Thoughts about writing thrillers
Thrillers are, by their very nature, intensely plot driven. It’s the pulse of the genre. The reader is kept in suspense by a knock on the door at the end of every scene, to paraphrase Zane Gray. But we’ve all had the experience of being glued to a thriller into the wee hours, and one that may be well-regarded, unable to turn the pages fast enough, but yet at the same time feeling empty and a little cheated.
This is what can happen when plot overwhelms the credibility of characters, when the writer spends a ton of energy describing the machinery and revving up the details of monstrous conspiracies, and allows the characters to become little more than stick figures. Sure, we’ll often keep on reading because the details are interesting and, hey, we truly want to know who just knocked on the bloody door, but at the same time it’s like eating a bowl of cotton candy. We trade identification with character for pyrotechnics and world altering threats.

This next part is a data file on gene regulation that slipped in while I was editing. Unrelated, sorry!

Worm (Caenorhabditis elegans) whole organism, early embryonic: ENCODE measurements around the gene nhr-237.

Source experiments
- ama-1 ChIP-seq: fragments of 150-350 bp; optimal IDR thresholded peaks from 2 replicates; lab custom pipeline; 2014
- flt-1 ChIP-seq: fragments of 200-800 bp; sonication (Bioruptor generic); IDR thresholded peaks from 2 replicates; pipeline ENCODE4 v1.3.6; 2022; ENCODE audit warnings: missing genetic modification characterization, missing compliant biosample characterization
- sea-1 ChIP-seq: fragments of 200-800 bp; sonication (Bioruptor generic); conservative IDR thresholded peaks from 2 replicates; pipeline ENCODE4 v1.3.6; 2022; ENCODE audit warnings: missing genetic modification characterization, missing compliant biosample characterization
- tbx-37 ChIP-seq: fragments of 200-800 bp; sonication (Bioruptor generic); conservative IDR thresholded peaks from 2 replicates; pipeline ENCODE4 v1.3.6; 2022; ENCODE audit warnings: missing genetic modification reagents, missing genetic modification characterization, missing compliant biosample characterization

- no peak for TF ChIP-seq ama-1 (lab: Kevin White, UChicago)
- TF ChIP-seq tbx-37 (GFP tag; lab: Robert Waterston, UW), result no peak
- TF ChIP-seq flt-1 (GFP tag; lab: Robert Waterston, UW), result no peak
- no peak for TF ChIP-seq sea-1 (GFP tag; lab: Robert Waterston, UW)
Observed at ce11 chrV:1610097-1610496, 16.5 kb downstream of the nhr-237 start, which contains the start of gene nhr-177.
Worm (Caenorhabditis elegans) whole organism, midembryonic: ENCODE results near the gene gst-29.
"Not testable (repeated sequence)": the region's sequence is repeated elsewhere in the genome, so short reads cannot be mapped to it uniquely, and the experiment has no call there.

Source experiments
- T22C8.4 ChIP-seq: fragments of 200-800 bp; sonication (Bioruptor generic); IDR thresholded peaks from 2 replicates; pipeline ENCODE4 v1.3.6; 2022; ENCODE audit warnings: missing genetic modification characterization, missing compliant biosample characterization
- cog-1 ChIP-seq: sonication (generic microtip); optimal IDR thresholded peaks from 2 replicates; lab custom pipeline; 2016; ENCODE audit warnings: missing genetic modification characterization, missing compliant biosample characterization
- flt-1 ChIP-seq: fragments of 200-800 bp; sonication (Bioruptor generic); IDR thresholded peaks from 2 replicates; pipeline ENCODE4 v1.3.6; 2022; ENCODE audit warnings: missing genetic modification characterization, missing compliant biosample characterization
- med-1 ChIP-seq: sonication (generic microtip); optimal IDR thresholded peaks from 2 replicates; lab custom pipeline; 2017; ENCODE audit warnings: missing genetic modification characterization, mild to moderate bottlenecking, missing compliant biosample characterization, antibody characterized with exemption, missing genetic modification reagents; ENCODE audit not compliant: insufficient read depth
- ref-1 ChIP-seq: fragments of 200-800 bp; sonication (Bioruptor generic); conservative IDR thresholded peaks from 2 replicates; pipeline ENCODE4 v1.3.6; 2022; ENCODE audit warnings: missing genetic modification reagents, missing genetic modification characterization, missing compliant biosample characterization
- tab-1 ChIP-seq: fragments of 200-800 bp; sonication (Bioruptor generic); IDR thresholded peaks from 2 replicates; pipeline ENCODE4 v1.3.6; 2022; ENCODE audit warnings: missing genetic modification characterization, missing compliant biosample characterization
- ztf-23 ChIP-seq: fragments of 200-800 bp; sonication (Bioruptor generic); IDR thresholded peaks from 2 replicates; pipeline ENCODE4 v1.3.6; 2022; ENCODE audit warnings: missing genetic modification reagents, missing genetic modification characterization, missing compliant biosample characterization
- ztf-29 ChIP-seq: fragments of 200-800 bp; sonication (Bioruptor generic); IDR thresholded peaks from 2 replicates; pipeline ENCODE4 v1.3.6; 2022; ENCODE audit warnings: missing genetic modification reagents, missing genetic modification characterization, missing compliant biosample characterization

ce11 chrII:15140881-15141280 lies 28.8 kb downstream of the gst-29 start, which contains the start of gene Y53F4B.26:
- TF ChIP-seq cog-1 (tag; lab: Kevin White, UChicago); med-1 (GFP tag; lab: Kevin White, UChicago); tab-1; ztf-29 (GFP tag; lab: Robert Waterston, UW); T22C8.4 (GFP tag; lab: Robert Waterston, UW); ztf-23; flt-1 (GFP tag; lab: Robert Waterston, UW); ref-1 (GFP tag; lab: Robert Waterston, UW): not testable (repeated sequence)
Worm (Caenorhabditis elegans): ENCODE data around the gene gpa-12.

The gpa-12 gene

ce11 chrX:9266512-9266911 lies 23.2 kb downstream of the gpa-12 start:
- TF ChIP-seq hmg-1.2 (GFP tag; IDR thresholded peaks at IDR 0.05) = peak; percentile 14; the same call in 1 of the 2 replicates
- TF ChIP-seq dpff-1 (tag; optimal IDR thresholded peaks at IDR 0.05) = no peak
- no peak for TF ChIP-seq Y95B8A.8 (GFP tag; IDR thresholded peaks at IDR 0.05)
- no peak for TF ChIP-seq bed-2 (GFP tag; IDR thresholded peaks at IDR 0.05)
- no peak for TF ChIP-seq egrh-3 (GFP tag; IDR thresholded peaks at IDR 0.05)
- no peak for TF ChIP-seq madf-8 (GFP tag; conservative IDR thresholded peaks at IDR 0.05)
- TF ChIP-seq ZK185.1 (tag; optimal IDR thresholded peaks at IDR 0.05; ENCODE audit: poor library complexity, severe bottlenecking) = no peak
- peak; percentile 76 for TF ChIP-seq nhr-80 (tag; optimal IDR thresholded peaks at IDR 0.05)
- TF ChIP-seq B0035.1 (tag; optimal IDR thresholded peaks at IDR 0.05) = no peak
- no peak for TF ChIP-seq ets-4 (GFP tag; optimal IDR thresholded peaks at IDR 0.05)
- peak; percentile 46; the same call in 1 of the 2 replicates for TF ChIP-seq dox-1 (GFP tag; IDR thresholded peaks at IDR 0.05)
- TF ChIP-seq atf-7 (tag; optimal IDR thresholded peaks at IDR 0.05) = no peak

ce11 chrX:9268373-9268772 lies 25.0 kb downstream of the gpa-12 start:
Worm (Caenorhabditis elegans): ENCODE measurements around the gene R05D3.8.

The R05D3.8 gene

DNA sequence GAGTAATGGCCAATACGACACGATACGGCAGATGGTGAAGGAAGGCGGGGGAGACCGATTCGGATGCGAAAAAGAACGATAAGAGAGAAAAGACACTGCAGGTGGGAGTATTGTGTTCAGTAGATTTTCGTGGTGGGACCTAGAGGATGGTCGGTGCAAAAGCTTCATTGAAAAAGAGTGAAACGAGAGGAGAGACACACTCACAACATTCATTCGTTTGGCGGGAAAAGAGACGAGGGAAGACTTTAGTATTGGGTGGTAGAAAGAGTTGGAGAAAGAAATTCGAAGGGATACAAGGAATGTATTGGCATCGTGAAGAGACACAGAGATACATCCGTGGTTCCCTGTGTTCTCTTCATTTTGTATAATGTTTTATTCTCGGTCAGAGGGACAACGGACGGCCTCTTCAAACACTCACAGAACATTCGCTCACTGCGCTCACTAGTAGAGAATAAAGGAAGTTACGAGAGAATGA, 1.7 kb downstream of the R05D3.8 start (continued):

Pyrotechnics and world altering threats definitely have their place in literature, don’t get me wrong, but who can deny the deeper pleasure of reading a thriller by a writer who devotes great care to the details of character and motivation. I think of Graham Greene, John LeCarre and Robert Harris. I think of Raymond Chandler, Elmore Leonard, Tess Garritsen and Patricia Cornwell. And dozens of others.
Including Homer, for that matter. There is no little suspense generated by the question of when and how Troy will fall, and the narrative is spiced up by some pretty spectacular god-generated special battle effects, but what keeps the Iliad alive after twenty-five hundred years of heavy use is the greedy foolishness of Agamemnon, the petulance of Achilles, the self-sacrifice of Hector, and the grief of Andromache and Priam.
This is worth remembering if we’re aiming for the higher rung of the thriller world–a plane where the distinction between literary and genre fiction grows wonderfully hazy.